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Photo Courtesy of B.
Modoc County was formed when Governor Newton Booth signed
an Act of the California Legislature on February 17, 1874.
Land for the county was taken from the eastern part of
Siskiyou County. The county derives its name from the Native
American Modoc people, who lived at the Klamath River
headwaters. One historian suggests that the word modoc means
"the head of the river." Another states that the word is
derived from the Klamath word moatakni meaning
"southerners," i.e., the people living south of the Klamath
tribe. The county was home to three major tribal groups, the
Modoc, the Achumawi (or Pit River), and the Paiute. The
Modoc were forcibly moved first to Oregon, and then to
Oklahoma, while the Achumawi and Paiute were allowed to
remain. Settlement of the county began in earnest in the
1870s, with the timber, gold, agriculture, and railroad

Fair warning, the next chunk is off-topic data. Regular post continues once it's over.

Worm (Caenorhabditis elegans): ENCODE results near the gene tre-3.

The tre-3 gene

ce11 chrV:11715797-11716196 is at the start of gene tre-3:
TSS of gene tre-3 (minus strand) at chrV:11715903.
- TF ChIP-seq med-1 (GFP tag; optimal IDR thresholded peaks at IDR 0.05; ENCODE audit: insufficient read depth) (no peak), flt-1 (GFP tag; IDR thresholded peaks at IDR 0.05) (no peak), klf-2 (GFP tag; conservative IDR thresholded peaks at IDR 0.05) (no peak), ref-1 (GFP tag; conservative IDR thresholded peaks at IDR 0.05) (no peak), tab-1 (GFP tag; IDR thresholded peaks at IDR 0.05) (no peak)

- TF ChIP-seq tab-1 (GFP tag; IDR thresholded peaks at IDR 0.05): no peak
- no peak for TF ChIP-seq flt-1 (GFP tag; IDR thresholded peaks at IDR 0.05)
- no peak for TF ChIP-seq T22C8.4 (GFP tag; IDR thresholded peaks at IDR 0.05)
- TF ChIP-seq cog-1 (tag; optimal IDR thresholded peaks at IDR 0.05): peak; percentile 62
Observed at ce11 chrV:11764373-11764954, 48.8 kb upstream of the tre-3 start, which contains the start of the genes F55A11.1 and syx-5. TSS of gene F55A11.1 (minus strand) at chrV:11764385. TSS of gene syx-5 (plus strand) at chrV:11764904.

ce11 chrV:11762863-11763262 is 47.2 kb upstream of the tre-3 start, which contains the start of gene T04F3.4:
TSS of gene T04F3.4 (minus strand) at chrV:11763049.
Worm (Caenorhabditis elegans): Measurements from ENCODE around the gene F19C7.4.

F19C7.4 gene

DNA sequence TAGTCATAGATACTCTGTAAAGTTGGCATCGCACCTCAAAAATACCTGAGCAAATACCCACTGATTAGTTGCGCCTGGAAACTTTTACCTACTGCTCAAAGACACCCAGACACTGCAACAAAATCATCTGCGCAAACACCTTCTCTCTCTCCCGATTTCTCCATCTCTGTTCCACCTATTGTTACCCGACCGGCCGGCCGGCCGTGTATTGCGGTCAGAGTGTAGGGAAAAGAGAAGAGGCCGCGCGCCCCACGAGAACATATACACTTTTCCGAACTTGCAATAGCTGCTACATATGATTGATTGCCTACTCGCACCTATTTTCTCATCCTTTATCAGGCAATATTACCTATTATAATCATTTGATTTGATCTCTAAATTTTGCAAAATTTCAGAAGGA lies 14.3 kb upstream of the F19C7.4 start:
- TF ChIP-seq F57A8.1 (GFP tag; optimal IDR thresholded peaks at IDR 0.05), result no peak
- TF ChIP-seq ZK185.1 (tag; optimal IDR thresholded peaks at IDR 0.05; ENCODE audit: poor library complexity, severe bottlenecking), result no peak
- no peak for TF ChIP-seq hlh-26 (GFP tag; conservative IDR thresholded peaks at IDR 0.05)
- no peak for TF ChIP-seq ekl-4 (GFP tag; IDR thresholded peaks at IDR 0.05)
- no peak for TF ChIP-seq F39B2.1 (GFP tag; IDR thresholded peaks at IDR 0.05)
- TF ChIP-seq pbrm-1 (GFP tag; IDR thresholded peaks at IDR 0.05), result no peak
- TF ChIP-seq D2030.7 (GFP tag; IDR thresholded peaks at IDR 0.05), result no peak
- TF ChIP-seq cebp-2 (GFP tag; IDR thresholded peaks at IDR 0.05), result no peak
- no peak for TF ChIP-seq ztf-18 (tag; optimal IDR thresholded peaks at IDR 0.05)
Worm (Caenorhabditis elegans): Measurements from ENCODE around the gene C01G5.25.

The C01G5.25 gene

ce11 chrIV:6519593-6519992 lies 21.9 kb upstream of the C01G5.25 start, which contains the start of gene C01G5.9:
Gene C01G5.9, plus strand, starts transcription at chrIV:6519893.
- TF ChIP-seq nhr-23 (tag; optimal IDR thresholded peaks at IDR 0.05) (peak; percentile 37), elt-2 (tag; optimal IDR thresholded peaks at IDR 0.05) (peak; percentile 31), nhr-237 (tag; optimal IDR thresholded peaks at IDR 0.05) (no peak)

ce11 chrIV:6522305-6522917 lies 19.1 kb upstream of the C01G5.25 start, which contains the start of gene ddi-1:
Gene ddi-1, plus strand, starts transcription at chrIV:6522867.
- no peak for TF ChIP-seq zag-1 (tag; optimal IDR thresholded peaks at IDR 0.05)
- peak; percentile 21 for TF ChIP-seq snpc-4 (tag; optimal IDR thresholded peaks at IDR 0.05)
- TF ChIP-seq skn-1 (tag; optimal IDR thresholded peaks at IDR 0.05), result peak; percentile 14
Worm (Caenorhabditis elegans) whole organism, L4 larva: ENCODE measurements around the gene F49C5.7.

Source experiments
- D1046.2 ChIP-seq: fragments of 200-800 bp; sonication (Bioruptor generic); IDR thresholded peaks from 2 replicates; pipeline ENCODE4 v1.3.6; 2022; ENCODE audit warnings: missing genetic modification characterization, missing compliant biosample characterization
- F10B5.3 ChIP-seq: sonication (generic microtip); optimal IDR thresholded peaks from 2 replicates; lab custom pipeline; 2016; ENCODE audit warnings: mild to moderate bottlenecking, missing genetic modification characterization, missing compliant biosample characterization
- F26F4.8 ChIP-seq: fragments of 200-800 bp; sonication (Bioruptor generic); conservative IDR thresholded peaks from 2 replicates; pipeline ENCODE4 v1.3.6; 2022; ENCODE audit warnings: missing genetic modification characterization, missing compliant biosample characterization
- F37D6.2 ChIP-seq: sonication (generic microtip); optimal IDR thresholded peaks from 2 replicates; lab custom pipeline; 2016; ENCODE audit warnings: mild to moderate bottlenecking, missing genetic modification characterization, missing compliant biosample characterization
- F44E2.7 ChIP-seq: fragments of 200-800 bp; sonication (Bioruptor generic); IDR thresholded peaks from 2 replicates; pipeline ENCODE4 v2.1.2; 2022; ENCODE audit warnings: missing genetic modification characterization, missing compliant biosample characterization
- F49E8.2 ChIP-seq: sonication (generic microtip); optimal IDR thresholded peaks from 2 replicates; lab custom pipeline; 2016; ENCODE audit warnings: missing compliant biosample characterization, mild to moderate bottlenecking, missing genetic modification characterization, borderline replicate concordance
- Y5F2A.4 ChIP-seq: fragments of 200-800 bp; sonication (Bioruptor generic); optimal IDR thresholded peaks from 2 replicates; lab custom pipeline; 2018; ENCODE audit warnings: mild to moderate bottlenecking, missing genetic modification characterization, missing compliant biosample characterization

industries bringing most of the settlers into the area. The
county was a crossroads for the Lassen Applegate Trail which
brought settlers north from Nevada to the Oregon Trail and
south to trails leading into California's central valley.
Early settlers included the Dorris,
Scherer, Trumbo, Flournoy,
and Campbell families. Several thousand
acres just south of Newell served as the temporary exile for
thousands of Japanese-American citizens during World War II
at the Tule Lake War Relocation Center, a Japanese American
internment camp. A historical marker still stands along
California State Route 139 in Newell. Tule Lake was the
largest of the "segregation camps." On November 8, 2005
Senator Dianne Feinstein called for the camp to be
designated a National Historic Landmark.
Klamath County, Oregon -
Lake County, Oregon
Lassen County, California -
Shasta County, California
Siskiyou County, California -
Washoe County, Nevada
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